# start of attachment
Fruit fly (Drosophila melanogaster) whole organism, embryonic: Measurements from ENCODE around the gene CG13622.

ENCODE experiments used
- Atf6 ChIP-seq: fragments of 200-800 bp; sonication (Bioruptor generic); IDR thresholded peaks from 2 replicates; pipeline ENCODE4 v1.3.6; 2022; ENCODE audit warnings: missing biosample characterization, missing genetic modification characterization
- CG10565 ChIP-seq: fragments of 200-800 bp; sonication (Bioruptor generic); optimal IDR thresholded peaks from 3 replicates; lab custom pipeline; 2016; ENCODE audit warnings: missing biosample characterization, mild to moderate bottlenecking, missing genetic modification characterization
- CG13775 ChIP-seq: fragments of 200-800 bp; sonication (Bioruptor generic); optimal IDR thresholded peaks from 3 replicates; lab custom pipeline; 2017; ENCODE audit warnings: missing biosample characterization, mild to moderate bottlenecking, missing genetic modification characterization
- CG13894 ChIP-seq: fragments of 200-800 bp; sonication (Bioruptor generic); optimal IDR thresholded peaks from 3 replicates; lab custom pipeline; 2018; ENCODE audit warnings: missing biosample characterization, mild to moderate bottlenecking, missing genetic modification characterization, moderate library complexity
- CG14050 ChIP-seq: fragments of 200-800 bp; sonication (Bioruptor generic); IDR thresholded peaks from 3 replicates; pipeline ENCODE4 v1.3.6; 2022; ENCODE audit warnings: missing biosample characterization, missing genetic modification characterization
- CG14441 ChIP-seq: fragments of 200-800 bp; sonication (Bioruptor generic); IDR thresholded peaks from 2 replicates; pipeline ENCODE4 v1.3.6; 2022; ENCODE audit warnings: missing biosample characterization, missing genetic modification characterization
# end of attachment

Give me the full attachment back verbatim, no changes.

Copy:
Fruit fly (Drosophila melanogaster) whole organism, embryonic: Measurements from ENCODE around the gene CG13622.

ENCODE experiments used
- Atf6 ChIP-seq: fragments of 200-800 bp; sonication (Bioruptor generic); IDR thresholded peaks from 2 replicates; pipeline ENCODE4 v1.3.6; 2022; ENCODE audit warnings: missing biosample characterization, missing genetic modification characterization
- CG10565 ChIP-seq: fragments of 200-800 bp; sonication (Bioruptor generic); optimal IDR thresholded peaks from 3 replicates; lab custom pipeline; 2016; ENCODE audit warnings: missing biosample characterization, mild to moderate bottlenecking, missing genetic modification characterization
- CG13775 ChIP-seq: fragments of 200-800 bp; sonication (Bioruptor generic); optimal IDR thresholded peaks from 3 replicates; lab custom pipeline; 2017; ENCODE audit warnings: missing biosample characterization, mild to moderate bottlenecking, missing genetic modification characterization
- CG13894 ChIP-seq: fragments of 200-800 bp; sonication (Bioruptor generic); optimal IDR thresholded peaks from 3 replicates; lab custom pipeline; 2018; ENCODE audit warnings: missing biosample characterization, mild to moderate bottlenecking, missing genetic modification characterization, moderate library complexity
- CG14050 ChIP-seq: fragments of 200-800 bp; sonication (Bioruptor generic); IDR thresholded peaks from 3 replicates; pipeline ENCODE4 v1.3.6; 2022; ENCODE audit warnings: missing biosample characterization, missing genetic modification characterization
- CG14441 ChIP-seq: fragments of 200-800 bp; sonication (Bioruptor generic); IDR thresholded peaks from 2 replicates; pipeline ENCODE4 v1.3.6; 2022; ENCODE audit warnings: missing biosample characterization, missing genetic modification characterization